In the Wolli Creek Preservation Reserve along Wolli Creek is an important bat colony. The camp started in 2007 when Grey-headed flying-foxes first set up a seasonal camp in the Wolli valley. Numbers then were a few hundred. In 2013 Wolli Creek became a permanent camp. Numbers fluctuate, but generally amount to around 12,000 endangered grey-headed flying foxes, so it is a very important camp.
For the first time in years the Wolli Creek bat colony is empty.
The Wolli Creek Preservation Society sent bat count volunteers an email about changes with the camp.
- On 21st March 2016 there were still a lot of bats on the north side of Wolli Creek.
- On 3rd April flying fox numbers were lower than expected with no bats at all on the north side of the creek. Bat numbers were estimated at between 1,000 to 5,000.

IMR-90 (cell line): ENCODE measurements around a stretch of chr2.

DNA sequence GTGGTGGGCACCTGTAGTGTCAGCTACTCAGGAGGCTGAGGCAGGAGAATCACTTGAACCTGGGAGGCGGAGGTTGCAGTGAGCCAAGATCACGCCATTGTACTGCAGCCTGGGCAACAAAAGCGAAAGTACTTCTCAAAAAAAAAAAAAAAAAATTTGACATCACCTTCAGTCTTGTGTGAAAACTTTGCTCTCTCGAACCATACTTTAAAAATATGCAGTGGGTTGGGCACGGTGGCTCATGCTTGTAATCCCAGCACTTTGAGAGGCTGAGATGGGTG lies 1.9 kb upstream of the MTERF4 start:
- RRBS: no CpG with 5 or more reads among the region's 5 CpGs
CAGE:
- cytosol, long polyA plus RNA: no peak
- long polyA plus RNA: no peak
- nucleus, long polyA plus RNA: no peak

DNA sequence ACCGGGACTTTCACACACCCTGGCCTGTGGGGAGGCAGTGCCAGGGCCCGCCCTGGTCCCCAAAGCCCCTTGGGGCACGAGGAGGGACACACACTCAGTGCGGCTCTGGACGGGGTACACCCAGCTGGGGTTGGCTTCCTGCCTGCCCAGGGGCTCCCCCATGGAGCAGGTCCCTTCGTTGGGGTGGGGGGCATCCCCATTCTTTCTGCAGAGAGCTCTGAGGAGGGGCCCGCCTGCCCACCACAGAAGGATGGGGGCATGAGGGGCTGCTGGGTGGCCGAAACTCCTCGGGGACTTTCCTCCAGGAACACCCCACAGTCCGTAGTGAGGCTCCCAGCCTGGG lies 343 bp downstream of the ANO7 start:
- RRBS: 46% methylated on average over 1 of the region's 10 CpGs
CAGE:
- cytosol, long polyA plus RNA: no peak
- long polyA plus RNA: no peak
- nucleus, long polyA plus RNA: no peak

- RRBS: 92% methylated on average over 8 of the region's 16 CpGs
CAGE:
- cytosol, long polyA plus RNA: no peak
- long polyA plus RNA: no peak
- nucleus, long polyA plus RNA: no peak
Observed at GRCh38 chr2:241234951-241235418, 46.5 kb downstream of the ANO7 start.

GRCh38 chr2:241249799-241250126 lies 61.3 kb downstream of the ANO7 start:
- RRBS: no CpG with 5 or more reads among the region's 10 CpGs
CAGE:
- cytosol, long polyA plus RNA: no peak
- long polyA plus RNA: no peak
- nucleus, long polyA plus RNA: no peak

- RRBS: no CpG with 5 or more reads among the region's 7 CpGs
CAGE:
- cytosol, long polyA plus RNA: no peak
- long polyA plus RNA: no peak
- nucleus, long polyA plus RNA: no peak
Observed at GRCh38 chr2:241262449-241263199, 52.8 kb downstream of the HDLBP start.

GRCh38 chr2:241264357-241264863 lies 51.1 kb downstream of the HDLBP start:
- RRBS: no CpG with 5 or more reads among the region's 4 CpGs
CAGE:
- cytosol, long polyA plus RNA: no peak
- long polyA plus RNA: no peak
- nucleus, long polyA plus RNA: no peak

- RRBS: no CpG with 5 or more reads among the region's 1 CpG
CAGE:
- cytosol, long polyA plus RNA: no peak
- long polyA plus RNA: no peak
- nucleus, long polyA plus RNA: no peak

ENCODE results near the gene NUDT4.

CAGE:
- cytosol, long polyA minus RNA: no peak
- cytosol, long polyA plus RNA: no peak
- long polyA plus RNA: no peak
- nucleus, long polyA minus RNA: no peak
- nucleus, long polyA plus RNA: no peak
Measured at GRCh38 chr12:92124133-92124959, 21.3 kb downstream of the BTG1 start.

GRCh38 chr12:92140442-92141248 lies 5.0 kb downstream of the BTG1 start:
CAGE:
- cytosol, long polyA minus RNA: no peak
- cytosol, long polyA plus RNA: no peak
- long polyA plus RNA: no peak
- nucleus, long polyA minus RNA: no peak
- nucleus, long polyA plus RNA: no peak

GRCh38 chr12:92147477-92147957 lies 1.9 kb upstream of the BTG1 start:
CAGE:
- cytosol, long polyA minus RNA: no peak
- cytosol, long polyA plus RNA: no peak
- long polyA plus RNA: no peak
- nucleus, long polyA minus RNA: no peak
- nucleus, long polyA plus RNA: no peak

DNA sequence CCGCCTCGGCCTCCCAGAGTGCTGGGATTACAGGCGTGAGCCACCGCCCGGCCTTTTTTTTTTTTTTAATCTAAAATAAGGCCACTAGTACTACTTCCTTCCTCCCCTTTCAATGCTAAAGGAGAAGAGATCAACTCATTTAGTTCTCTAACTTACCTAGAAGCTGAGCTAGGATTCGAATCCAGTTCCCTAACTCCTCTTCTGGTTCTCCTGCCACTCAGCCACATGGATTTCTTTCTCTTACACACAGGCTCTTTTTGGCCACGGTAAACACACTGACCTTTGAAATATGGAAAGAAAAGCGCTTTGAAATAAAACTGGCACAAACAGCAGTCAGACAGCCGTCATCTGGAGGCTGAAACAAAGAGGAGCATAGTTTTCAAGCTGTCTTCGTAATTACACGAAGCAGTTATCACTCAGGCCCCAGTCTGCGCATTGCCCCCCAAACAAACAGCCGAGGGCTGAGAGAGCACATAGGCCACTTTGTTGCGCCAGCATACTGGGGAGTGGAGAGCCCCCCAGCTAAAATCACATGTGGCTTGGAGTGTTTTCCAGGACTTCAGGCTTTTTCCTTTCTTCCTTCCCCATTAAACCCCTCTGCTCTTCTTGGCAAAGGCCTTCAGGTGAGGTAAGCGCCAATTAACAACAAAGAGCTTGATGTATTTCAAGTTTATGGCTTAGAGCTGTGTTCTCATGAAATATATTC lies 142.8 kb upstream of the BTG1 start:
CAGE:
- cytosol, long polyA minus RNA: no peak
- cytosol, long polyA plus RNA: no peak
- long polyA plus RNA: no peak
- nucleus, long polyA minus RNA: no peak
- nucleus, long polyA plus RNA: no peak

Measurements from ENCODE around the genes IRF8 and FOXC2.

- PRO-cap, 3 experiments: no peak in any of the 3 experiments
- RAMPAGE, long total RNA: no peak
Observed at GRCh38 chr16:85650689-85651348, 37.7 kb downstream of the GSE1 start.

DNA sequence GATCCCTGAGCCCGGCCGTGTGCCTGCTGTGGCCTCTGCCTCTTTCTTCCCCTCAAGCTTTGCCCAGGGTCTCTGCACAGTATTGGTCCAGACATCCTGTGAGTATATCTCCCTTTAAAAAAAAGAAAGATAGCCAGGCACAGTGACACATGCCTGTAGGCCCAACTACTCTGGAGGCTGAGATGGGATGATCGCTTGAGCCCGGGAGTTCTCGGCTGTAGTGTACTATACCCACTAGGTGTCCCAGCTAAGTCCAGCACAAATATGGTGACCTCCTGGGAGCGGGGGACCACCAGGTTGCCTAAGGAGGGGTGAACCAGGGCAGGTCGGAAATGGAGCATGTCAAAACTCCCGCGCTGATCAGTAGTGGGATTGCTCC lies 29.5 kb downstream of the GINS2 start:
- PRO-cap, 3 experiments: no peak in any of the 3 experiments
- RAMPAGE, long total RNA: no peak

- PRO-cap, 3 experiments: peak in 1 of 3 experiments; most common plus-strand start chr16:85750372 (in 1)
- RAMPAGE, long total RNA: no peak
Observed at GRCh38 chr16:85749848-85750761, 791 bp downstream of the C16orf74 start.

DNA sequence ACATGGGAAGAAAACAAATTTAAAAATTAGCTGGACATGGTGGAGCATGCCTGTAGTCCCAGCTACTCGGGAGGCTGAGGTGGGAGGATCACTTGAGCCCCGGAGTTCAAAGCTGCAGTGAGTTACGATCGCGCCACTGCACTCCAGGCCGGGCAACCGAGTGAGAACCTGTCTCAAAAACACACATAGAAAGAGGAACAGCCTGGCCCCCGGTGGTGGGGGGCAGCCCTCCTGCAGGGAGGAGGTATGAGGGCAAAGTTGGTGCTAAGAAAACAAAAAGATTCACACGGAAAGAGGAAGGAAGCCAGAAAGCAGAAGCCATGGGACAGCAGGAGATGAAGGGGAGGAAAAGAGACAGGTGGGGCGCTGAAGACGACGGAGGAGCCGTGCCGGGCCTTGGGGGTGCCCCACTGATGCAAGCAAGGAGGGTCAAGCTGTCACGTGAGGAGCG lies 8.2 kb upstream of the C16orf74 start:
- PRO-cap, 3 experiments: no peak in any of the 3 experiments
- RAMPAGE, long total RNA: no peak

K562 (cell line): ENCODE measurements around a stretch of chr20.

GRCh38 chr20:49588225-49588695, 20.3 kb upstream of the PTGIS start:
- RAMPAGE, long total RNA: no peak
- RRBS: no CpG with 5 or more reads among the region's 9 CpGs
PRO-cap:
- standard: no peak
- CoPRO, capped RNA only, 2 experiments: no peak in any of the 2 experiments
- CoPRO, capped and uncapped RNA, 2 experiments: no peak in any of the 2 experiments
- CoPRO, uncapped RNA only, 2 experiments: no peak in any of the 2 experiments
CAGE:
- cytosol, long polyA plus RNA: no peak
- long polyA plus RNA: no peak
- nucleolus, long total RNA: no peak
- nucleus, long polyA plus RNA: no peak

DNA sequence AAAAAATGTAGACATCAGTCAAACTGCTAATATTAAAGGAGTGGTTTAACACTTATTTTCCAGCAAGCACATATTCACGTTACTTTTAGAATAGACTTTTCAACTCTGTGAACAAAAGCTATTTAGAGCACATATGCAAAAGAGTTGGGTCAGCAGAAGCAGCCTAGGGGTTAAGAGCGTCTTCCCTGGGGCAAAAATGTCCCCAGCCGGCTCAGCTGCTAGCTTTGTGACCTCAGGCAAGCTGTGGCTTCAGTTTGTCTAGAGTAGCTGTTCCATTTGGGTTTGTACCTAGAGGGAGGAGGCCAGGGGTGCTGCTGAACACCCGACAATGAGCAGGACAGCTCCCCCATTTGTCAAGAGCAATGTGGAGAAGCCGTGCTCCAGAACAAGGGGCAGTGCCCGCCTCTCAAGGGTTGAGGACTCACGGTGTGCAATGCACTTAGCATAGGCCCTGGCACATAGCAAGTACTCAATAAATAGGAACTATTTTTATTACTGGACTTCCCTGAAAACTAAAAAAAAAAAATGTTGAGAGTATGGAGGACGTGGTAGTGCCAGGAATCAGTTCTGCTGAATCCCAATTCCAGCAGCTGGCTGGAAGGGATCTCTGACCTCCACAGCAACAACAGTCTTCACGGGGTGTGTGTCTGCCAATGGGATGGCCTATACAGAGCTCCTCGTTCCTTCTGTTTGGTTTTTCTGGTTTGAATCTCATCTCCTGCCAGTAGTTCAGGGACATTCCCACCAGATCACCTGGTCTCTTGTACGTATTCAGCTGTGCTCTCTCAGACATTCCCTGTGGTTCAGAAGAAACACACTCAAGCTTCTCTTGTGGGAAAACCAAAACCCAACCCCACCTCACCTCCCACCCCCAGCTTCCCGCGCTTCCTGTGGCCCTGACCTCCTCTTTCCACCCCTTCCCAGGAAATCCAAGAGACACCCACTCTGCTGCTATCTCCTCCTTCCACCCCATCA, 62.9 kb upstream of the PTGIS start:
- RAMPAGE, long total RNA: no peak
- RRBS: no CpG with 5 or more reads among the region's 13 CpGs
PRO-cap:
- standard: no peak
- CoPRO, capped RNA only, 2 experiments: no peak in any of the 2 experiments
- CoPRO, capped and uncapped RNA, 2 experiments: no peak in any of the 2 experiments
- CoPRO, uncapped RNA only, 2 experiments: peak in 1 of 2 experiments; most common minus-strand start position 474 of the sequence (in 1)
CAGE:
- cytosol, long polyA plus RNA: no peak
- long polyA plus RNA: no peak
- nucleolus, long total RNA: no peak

- Just two days later the Wolli Creek camp had emptied.
- The Gladesville camp has been empty since May last year Clyde camp has been empty between January & March.
- On 31st March 2016 Macquarie Fields & Cabramatta camps were empty.
- The Myles Dunphy camp remains empty.
- Numbers doubled in the Centennial Park camp from February to March 2016.
- The Gordon camp went from tens of thousands to empty in days.
So where have the flying foxes gone? No-one knows yet. Observers reported that there were lots of flowering trees around Nowra, as well as in the Hunter. Perhaps the bats have left in search of better food.
Every month since 2008 volunteers for the Wolli Creek Preservation Society count the bats from Turrella Reserve as they fly out for the night. This is the first month where there will be no count since this initiative started.
I will miss the sight of flying foxes above every evening. However, it’s good to know that they do move around. This may help lessen some anti-bat attitude in the community.